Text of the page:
Skip to Main Content
CPCC Library logo

Inclusive Teaching Guide: Active Learning

Effective teaching is a dynamic, not static, process. Whether you have years of experience or are just beginning to teach, there is always room to expand your repertoire, explore a new approach, or reflect on an aspect of your practice.

What is Active Learning?

Active learning is the process of doing or practicing what is being taught during a class or instructional session. Structuring hands-on activities that are tied to your learning outcomes helps to promote student engagement and retention of the material. These activities help to break up lecture time; encourage the integration of new material with prior knowledge; and activate higher-level and critical thinking skills. For the teacher, seeing how students engage with the material can provide real-time feedback on how the class is progressing and what areas may need further explanation.

Strategies and Tips

  • To get started, think about your learning outcomes. What simple activities would help reinforce these concepts? It is not necessary to design an activity for every learning outcome.
  • Assume students have minimal library knowledge unless you know otherwise.
  • Try to tie activities to the course syllabus and upcoming assignments.
  • Tell students the goal or objective of the activity beforehand.
  • Repeat directions multiple times and provide them in writing as well, if possible.
  • Allow time to review and discuss the activity with your students. This will give you an opportunity to evaluate student learning and the success of the activity.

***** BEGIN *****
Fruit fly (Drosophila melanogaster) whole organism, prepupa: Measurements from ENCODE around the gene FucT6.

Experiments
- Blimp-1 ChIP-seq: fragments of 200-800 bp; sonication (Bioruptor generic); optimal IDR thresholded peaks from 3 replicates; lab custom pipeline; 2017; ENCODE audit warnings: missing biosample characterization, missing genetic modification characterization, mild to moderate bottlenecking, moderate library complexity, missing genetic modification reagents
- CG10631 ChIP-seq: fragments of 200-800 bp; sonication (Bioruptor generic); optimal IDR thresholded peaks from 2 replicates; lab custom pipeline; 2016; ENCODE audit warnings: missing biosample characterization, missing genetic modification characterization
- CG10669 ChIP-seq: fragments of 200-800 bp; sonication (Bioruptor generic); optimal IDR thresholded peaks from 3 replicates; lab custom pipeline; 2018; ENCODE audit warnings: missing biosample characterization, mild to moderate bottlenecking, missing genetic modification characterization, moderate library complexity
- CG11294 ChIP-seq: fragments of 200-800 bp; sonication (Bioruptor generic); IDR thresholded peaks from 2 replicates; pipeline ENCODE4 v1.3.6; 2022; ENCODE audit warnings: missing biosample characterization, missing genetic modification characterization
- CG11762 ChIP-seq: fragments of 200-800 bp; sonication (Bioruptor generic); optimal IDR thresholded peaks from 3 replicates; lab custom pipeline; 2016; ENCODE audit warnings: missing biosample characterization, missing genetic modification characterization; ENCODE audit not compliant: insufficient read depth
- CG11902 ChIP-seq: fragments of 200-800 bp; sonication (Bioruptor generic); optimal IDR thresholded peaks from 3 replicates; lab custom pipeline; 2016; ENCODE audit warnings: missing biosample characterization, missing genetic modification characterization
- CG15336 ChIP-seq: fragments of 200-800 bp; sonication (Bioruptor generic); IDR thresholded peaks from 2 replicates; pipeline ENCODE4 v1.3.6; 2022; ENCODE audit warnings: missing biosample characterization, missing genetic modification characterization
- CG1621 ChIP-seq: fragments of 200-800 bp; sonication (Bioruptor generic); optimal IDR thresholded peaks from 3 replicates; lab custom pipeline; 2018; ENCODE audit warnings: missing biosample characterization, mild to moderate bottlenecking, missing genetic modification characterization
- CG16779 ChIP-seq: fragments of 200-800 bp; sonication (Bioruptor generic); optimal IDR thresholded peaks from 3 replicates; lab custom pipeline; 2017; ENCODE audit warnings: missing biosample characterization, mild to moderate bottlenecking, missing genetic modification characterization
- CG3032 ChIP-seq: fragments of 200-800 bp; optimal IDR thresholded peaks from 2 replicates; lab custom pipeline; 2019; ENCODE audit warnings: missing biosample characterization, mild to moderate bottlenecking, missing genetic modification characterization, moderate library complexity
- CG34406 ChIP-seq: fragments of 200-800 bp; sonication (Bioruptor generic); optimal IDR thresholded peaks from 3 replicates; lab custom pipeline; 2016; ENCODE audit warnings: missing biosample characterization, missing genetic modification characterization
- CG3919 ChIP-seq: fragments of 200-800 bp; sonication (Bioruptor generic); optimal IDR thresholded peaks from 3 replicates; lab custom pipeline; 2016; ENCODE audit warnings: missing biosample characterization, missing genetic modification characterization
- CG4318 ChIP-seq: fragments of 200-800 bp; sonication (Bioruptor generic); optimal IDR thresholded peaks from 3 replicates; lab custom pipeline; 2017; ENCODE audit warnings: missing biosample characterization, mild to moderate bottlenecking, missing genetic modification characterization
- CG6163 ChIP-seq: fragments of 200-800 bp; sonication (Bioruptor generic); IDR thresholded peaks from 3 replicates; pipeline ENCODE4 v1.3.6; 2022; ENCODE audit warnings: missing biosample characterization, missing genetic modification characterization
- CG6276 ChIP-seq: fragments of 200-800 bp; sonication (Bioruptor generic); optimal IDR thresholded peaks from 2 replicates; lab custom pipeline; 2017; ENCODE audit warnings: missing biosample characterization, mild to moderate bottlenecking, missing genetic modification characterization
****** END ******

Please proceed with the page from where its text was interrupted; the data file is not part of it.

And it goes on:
• Consider using a worksheet or Google Doc that will provide evidence of student learning to use in assessment.

Sample Activities

Here are a few simple active learning exercises to try in your classes.

  • Case study: Give students a scenario or case study to problem solve in groups. Then have groups share out and debrief the activity. Use this discussion time to address core concepts or research processes, rather than introducing them first.
    • Example: In five minutes, find two authoritative websites on adopting a vegan diet.
    • Learning Outcome: Students will be able to evaluate websites for authority.
  • Think-pair-share: Give students a question or problem to think about on their own, then have them discuss their answers or results with a partner. 
    • Example: Have students brainstorm keywords for their individual topics, then share their lists with their partners for feedback or to generate some additional keywords through discussion.
    • Learning Outcome: Students will be able to develop a keyword strategy for a research topic.
  • Concept maps: Creating concept maps is an activity that can be adapted to many different lessons and can be done individually or in groups. Have students make concept maps on paper, whiteboards, or using a tool like Padlet or
    • Example: Have students create concept maps to help them narrow or explore research topics or generate more keywords.
    • Learning Outcome: Students will be able to articulate research questions and keyword banks.

Discussion Starters and Other Materials

This infographic from the International Federation of Library Associations and Institutions (IFLA) is a great resource to share and prompt discussions about evaluating sources, media literacy, and fake news.

Infographic titled How to Spot Fake News

A fun video to help talk about a serious subject.

A short and helpful video explaining library databases.